Google executive Dennis Woodside started his first day as chief executive officer of Motorola Mobility Tuesday, days after Google's acquisition of the Libertyville-based mobile phone maker became final.
Woodside replaced Sanjay Jha, who will continue to work with Google on the transition -- one that could affect the local workforce and suburban economy.
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Libertyville Mayor Terry Weppler said a representative indicated to village Economic Development Coordinator Heather Rowe that the company is "looking at all their options" for a site for its headquarters. The representative gave no more specific information, Weppler said.
Reports in recent weeks have indicated Google officials were looking to move the headquarters out of Libertyville, possibly to Chicago.
"I don't know that they're going to move. I don't think it's a pre-drawn conclusion," Weppler said.
Motorola Mobility spokeswoman Jennifer Erickson declined to "comment on rumor" about whether the company will remain based in Libertyville.
The company remains "committed to Illinois," Erickson said.
The company has about 20,000 workers worldwide, including about 3,000 in Libertyville.
Whether the change in leadership will lead to layoffs also isn't known. As of Tuesday, the company has not filed any documents with the state of Illinois to indicate any workforce changes.
"There are no additional changes on the day of close and we won't speculate on the future," Erickson said.
Weppler took a shot at a potential Chicago location, saying "Motorola wasn't disrupted at all" by NATO-related protests over the weekend like some Chicago businesses were.
He also took issue with outgoing CEO Sanjay Jha.
"If Motorola moves, it just shows the CEO sold out all (the) employees in Lake County," Weppler said.
Weppler and Lake County Board Chairman David Stolman agreed that if the company moved its employees out of Libertyville, the impact would be felt countywide.
"It's an institution in Lake County that, obviously, we don't want to lose. It means so much to all of us," said Stolman, adding that he, like Weppler, had not been told of any plans for Motorola Mobility to leave.
Motorola Mobility, instead, focused Tuesday on plans for what it called a new era of fewer, but bigger, product launches.
"Our aim is simple: to focus Motorola Mobility's remarkable talent on fewer, bigger bets, and create wonderful devices that are used by people around the world," Woodside said in a statement.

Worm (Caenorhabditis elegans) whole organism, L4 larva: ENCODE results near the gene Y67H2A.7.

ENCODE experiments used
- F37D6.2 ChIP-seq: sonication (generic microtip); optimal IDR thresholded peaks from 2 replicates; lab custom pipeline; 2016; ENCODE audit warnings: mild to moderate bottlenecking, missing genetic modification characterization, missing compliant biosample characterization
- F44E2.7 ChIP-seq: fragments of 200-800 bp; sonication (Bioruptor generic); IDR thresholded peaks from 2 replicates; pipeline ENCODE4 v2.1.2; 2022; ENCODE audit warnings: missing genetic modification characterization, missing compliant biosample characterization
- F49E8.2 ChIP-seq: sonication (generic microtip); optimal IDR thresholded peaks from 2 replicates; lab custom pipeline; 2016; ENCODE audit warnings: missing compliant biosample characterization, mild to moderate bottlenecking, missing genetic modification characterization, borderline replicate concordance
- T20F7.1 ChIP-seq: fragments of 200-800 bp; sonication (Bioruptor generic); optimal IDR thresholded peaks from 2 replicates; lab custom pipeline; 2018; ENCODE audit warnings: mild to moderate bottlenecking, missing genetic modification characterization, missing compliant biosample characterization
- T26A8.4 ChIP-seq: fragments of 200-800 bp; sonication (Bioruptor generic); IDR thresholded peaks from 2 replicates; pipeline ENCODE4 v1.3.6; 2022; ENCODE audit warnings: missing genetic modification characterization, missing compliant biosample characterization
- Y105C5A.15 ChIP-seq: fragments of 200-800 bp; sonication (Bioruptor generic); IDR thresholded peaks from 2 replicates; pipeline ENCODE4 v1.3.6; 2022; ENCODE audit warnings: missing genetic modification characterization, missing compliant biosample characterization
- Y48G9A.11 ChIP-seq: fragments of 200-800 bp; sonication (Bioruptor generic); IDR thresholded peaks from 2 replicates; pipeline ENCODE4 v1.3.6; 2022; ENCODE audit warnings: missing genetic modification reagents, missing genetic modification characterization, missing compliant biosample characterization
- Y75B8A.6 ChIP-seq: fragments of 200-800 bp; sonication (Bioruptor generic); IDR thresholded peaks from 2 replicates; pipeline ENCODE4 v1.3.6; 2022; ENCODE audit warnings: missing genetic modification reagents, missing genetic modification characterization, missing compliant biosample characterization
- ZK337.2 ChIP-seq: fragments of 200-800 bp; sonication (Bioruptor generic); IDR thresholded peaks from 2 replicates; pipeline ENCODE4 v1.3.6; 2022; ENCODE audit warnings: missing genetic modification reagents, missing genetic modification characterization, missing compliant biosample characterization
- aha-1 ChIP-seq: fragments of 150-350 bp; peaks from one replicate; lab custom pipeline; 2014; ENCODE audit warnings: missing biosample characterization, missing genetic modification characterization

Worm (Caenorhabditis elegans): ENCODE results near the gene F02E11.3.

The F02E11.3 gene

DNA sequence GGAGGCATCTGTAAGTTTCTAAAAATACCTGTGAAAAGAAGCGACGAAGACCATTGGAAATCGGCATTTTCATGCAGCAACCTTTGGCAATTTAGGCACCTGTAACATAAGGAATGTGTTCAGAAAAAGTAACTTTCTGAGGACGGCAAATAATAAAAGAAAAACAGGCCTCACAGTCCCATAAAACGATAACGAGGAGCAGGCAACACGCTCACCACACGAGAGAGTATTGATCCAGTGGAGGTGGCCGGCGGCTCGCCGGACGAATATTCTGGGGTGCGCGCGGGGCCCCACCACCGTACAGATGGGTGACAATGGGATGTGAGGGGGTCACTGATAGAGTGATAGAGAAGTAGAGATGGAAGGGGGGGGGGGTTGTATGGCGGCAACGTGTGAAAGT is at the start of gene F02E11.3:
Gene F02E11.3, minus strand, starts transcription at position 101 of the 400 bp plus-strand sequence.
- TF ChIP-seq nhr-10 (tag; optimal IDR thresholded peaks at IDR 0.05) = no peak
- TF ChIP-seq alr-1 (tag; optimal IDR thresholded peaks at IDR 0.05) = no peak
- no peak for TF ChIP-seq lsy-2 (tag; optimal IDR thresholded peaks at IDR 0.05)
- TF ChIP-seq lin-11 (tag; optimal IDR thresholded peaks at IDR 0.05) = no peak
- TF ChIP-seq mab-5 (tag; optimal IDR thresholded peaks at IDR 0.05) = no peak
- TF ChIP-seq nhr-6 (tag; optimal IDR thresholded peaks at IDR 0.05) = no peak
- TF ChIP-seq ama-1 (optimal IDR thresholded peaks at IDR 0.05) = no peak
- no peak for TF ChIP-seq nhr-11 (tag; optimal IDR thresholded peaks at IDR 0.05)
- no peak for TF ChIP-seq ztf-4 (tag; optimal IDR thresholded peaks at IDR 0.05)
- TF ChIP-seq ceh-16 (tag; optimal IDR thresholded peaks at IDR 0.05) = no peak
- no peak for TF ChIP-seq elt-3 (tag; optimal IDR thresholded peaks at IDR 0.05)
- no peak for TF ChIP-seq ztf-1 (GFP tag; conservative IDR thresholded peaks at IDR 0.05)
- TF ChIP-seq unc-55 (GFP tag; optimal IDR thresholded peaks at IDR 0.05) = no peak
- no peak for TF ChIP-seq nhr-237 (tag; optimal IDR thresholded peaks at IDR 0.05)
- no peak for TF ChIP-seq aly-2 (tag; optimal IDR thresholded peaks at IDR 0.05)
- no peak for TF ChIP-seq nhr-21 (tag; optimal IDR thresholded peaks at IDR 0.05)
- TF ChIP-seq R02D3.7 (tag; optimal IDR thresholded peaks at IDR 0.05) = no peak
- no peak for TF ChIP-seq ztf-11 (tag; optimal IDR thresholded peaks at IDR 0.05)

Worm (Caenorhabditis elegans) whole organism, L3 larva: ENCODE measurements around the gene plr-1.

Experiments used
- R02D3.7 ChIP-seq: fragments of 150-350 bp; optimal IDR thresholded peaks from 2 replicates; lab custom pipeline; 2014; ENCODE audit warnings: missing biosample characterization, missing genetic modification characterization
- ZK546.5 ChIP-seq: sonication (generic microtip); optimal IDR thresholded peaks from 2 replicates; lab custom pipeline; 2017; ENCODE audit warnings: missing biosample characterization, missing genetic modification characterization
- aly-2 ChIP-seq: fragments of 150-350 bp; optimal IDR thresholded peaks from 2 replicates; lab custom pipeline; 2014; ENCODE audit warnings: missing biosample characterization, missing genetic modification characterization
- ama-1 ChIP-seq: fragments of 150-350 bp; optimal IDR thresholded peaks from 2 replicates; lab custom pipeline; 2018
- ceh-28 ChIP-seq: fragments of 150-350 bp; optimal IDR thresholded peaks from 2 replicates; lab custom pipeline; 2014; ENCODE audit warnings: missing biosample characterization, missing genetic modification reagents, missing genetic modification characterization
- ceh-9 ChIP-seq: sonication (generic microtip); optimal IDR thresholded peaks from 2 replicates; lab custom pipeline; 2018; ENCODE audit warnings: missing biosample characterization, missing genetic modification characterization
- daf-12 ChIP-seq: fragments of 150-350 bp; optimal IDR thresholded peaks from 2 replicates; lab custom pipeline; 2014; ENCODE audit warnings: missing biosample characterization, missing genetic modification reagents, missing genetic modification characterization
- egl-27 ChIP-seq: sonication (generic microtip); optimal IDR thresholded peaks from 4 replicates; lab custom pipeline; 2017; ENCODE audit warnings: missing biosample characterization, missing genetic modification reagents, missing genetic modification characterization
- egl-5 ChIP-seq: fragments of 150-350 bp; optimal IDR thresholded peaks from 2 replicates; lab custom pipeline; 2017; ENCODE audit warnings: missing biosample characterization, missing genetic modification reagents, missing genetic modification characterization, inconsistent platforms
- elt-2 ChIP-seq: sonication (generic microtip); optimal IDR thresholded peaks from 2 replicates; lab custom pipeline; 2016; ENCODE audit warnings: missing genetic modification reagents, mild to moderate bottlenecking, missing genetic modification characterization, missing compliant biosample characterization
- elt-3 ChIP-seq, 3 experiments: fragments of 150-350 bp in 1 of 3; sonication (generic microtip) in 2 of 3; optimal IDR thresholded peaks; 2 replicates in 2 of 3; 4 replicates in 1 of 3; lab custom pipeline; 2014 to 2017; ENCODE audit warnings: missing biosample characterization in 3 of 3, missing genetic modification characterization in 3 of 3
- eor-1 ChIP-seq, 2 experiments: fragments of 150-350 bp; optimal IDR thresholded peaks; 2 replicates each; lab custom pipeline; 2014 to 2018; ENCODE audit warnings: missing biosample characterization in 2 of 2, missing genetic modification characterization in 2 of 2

Google announced last August it would buy the phone maker for about $12.5 billion. The global companies required approval of the sale from worldwide jurisdictions, including China, which was provided over the weekend. As a result of the acquisition being completed, the Motorola Mobility stock with the ticker symbol of MMI was stopped and delisted from the New York Stock Exchange and an annual shareholder meeting scheduled for June 4 has been canceled.
"It's always hard when one company buys another, especially when one of them has a long-standing culture like Motorola has," said Jane Zweig, an independent analyst in the wireless industry. "Motorola Mobility doesn't have the entrepreneurial spirit that Google has, so it's hard to say now what will happen."
State Rep. Ed Sullivan, a Mundelein Republican, said it could be good news to have a high-profile company like Google with a local presence.
"We will have a good corporate partner," he said.
Motorola Mobility will remain a licensee of Android, and Google will run Motorola Mobility as a separate business, the company said in a statement.
Throughout Motorola's storied history, the recurring theme has been one of reinvention.
"Motorola is a great American tech company, with a track record of over 80 years of innovation," Google CEO Larry Page said in a statement. "It's a great time to be in the mobile business, and I'm confident that the team at Motorola will be creating the next generation of mobile devices that will improve lives for years to come."
Page selected Woodside because "he's been phenomenal at building teams and delivering on some of Google's biggest bets."
"Dennis has always been a committed partner to our customers and I know he will be an outstanding leader of Motorola -- and he's already off to great start with some very strong new hires for the Motorola team," Page said.
Google scooped up Motorola Mobility after its separation from the mother ship, Motorola Inc. Jha was tapped in 2008 as a co-CEO with the mission of separating Motorola Inc. into two publicly traded entities. But the recession hit and a likely sale faded. So a plan to split up the companies in 2009 was postponed.
In the meantime, Jha and his team created more consumer-friendly phones with the Android platform and eventually returned to profitability. Jha and co-CEO Greg Brown also worked on dividing the workforce, worldwide operations, assets and intellectual property, and the split happened on Jan. 4, 2011.
• Daily Herald staff reporters Mick Zawislak and Mike Riopell contributed to this report.